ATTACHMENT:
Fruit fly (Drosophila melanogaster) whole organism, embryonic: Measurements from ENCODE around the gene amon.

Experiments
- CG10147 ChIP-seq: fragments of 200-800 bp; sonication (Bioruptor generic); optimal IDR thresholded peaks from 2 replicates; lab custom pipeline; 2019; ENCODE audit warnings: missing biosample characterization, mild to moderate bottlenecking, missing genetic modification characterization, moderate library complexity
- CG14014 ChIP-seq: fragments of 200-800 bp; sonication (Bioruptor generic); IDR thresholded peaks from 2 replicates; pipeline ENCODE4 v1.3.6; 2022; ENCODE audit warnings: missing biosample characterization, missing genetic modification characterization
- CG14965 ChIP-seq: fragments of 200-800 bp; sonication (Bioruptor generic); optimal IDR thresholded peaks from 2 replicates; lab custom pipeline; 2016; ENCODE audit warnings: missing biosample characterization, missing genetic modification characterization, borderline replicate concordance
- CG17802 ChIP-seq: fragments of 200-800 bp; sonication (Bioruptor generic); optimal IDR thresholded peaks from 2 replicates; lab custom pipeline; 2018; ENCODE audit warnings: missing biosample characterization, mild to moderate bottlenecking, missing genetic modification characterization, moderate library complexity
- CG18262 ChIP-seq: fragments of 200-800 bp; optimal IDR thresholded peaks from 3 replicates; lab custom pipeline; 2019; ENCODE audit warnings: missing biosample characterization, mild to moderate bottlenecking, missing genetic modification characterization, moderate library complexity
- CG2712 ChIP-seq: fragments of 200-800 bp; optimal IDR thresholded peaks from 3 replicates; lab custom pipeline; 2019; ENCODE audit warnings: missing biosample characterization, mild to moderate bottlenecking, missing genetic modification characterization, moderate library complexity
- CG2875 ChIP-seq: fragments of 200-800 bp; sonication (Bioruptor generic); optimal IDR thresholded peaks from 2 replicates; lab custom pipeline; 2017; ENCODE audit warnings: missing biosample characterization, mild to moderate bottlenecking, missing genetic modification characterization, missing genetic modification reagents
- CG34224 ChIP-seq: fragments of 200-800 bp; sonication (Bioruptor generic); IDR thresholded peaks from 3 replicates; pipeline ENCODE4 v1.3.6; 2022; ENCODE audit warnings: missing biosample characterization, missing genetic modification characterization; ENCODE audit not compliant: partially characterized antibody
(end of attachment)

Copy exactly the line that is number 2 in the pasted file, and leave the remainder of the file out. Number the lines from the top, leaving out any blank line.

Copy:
Experiments